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Wrigley Field

Home of the Chicago Cubs
1060 W. Addison Chicago, Illinois, 60613 View Map
(773) 404-2827
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Experience the Park Wrigley Field Fan Guide

Hang with the Ballhawks

Wander out to Waveland Avenue a couple of hours before first pitch, just beyond the leftfield wall, and you’ll see grown men with gloves on waiting for baseballs to drop from the sky. They’re the Ballhawks who snag batting practice home runs as well as ones hit during the game. A handful of regulars have been at it for years. ‘Moe’ Mullins is probably the best known of the bunch; he’s snagged thousands of balls and was all over the news in the summer of 1998 – the year of the great home run race between Sammy Sosa and Mark McGwire. He pounced on Sosa’s 62nd homer only to have it ripped from his hands in a mad scrum. He sued the guy who got the ball but dropped the suit when the man agreed to give the ball to Sosa.

If you’re looking for some pre-game excitement outside of the local bars, go hang out with the Ballhawks. A glove is advisable but not necessary as some balls go ricocheting off the street and nearby buildings and you can try to chase them down with your bare hands. Patience is required, but once you see that first ball come rocketing over the fence your heart will be pumping like you're the starting left-fielder in the ninth inning of a tied game.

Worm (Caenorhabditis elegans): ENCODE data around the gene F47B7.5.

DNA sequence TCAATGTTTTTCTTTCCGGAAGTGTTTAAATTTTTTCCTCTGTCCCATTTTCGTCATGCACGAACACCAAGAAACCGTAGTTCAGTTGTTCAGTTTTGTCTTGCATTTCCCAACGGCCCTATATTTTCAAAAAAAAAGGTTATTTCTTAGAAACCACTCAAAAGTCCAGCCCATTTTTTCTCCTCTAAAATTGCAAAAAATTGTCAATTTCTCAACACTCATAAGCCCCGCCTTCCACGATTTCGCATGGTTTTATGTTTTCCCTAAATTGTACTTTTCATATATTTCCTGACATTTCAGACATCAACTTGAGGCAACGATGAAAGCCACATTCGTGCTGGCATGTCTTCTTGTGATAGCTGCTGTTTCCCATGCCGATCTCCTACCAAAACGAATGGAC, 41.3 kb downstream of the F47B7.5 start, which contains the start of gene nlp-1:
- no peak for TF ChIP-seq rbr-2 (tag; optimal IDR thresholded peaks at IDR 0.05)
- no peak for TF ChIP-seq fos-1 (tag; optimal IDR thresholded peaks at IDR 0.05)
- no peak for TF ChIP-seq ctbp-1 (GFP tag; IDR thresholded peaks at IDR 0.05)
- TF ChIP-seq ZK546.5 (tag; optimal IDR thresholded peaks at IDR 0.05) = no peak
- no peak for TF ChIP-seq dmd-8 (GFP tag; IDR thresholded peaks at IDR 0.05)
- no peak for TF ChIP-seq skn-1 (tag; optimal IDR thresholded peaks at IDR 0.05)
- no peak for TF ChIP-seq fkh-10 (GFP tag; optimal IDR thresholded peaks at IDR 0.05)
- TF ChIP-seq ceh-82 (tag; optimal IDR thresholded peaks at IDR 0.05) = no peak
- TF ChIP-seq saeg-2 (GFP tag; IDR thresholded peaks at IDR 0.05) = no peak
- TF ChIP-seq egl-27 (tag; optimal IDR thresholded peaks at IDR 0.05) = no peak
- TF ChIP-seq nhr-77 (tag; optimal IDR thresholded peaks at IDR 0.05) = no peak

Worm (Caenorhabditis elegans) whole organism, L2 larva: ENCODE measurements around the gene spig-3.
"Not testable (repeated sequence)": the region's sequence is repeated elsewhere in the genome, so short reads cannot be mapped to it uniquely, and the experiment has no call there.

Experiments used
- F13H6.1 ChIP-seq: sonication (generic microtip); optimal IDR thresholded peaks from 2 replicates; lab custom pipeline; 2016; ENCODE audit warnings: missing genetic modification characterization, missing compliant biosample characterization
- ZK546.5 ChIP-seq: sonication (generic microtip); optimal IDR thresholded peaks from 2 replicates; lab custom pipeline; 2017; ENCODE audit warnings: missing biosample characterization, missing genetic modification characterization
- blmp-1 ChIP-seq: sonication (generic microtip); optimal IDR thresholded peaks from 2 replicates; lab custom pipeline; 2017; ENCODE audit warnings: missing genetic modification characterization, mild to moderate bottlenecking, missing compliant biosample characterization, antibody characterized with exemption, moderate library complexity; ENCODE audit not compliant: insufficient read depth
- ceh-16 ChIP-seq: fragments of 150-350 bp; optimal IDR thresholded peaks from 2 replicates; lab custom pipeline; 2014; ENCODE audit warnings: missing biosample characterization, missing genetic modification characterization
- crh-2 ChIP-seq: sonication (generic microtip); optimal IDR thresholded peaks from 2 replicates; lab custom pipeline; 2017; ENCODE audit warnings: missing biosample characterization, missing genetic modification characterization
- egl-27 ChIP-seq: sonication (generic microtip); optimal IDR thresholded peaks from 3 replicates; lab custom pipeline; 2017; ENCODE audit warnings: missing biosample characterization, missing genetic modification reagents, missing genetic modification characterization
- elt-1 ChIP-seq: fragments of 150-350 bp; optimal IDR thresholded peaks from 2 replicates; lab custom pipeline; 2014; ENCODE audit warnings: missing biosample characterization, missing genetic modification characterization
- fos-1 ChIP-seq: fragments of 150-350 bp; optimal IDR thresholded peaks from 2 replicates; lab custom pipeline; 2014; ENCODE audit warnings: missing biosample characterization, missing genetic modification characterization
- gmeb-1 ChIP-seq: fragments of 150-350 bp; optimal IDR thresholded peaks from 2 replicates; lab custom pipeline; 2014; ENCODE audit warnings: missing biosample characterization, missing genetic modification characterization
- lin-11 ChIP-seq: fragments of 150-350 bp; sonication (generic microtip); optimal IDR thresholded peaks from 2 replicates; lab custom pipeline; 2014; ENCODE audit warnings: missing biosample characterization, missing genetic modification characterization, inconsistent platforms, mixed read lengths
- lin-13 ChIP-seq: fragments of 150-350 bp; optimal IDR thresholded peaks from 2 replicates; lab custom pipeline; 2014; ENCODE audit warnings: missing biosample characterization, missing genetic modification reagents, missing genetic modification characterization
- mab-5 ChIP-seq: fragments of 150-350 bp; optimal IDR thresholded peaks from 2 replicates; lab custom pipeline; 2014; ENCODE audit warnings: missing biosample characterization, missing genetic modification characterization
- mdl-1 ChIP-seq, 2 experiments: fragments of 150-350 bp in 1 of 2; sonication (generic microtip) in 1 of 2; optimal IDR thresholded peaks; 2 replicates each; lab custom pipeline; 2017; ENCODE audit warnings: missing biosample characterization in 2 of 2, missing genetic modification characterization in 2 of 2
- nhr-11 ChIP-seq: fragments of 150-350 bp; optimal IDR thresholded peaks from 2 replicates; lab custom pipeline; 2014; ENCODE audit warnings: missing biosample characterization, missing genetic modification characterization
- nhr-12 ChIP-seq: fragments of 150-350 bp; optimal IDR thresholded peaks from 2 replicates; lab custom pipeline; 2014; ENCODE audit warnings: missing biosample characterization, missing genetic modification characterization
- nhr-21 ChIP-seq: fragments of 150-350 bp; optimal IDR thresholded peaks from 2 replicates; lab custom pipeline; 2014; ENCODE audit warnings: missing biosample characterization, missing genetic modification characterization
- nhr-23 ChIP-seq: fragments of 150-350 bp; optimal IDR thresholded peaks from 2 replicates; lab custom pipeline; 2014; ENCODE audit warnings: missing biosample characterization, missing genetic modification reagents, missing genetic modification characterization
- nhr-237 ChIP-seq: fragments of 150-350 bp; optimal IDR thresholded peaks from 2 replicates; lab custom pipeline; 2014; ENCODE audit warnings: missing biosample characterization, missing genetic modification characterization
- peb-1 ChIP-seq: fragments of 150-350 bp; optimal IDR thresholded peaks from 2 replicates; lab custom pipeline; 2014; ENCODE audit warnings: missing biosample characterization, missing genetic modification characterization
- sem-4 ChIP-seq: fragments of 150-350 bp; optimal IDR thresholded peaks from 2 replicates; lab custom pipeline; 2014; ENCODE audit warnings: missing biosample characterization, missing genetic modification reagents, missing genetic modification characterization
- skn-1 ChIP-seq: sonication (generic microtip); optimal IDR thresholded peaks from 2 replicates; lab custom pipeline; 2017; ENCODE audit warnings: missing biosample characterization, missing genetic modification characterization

You may hear the Ballhawks reminiscing about the good old days, as the 2006 bleacher expansion has cut down on the number of balls that leave the park. Ken Vangeloff has been a Ballhawk for more than 15 years and estimates he’s caught about 2,600 baseballs. And yes, he’s held down a job that whole time too (“flexible work schedule,” he says). “I was hoping in a couple more years I’d crack 3,000, but it’s going to take more than that now,” says Vangeloff. He says Ballhawking requires as much luck as skill now because you can’t pick balls up until they’re right on top of you. “I might start wearing a batting helmet out there instead of my baseball cap.” Vangeloff says the Ballhawks are saddened that a great Wrigley tradition has been forever altered. “They didn’t consult us about the expansion,” he says.